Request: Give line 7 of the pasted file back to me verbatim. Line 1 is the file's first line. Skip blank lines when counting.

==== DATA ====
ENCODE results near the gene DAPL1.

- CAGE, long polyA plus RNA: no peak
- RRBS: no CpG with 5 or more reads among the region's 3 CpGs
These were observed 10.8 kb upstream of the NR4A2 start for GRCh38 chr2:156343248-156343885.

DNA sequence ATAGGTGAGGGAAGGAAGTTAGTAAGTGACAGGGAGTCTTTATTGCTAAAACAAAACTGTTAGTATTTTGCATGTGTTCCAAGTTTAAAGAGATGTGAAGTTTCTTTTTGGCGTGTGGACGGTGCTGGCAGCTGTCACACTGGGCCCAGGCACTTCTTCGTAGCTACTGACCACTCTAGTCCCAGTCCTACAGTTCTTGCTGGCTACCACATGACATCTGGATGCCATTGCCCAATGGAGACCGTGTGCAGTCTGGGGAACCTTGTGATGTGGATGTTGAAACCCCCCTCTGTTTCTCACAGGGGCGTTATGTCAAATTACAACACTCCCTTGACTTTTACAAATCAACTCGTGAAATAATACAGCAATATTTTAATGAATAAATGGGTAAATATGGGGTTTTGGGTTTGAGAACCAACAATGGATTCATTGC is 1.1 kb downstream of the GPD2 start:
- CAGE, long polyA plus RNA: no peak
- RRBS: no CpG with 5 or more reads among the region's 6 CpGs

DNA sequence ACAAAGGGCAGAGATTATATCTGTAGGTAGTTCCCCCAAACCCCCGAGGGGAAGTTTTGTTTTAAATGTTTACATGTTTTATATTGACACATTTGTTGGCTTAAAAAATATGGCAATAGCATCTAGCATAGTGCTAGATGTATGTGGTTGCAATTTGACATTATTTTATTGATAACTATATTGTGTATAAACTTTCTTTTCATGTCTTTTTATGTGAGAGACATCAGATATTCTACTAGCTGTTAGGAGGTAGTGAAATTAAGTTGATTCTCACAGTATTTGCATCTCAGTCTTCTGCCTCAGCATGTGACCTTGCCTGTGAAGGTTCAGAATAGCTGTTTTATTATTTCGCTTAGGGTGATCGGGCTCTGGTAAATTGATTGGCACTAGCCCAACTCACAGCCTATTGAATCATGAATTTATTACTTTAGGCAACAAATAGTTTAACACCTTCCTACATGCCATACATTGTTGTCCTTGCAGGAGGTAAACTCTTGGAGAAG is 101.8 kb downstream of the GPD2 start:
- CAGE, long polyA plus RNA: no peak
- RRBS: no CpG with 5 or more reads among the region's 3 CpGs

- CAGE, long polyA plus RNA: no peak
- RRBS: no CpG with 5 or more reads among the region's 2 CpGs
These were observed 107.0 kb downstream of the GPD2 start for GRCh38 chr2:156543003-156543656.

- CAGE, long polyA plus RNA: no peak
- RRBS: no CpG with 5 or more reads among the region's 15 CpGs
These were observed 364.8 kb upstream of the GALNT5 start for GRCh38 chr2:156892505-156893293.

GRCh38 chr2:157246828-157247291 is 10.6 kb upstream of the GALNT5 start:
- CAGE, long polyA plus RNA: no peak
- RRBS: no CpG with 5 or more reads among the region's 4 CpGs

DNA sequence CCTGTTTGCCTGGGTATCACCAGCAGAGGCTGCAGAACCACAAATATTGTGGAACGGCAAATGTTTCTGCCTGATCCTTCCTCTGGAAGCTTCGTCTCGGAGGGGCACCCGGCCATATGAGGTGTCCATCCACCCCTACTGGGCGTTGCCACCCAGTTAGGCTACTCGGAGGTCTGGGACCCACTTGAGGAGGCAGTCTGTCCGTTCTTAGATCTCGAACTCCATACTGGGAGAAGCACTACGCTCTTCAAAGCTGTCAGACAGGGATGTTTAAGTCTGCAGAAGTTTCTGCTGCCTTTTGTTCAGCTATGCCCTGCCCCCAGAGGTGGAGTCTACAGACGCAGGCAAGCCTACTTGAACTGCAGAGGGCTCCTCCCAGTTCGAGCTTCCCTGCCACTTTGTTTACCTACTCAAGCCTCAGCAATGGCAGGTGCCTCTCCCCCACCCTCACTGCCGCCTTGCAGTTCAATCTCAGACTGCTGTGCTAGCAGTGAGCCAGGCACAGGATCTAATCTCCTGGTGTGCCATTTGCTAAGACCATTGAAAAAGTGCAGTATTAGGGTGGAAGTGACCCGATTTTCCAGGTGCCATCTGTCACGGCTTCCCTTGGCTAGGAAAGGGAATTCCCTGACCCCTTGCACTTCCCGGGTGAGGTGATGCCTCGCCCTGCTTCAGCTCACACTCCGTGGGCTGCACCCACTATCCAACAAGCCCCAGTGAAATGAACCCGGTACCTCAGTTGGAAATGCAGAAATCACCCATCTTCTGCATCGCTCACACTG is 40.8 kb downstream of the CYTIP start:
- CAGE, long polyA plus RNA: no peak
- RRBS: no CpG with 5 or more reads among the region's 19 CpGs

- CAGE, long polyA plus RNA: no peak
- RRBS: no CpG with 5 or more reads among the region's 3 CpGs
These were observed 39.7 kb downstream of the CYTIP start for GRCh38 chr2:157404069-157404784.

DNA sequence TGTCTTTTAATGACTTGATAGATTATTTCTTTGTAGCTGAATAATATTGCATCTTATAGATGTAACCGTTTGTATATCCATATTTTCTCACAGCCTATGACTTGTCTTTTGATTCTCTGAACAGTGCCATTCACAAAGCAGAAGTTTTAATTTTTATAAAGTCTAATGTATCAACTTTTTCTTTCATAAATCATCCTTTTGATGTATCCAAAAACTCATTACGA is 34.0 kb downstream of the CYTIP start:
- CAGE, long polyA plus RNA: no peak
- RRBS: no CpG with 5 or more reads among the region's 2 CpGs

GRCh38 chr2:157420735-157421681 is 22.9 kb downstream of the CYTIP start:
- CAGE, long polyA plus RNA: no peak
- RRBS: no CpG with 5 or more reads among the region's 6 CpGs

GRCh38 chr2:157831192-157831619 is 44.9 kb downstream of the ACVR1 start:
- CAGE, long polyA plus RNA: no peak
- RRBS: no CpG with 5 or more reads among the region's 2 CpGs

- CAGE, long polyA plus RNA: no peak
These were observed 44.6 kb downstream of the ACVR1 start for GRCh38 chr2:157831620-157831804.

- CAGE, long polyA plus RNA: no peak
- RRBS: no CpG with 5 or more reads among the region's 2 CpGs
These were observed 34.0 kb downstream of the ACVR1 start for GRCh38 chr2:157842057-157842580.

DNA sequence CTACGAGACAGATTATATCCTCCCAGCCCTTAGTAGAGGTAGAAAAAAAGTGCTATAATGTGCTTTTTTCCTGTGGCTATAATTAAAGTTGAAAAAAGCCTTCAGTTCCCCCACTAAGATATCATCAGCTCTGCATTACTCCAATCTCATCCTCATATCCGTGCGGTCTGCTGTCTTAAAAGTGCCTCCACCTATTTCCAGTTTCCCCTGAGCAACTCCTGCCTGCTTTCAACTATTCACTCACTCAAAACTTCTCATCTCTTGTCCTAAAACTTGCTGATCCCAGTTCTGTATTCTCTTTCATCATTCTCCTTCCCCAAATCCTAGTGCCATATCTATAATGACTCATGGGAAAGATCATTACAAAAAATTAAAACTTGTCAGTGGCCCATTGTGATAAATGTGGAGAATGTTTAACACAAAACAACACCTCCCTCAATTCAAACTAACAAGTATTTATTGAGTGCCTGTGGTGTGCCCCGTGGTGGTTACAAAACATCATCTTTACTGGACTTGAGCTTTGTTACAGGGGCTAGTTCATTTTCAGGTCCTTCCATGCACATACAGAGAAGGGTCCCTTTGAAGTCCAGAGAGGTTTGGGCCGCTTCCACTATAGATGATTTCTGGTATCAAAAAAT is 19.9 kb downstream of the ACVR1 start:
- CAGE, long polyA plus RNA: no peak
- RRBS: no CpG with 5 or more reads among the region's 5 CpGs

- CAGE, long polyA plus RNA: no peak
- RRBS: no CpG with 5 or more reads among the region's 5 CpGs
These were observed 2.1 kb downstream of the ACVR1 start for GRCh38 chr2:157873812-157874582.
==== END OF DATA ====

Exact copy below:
- RRBS: no CpG with 5 or more reads among the region's 6 CpGs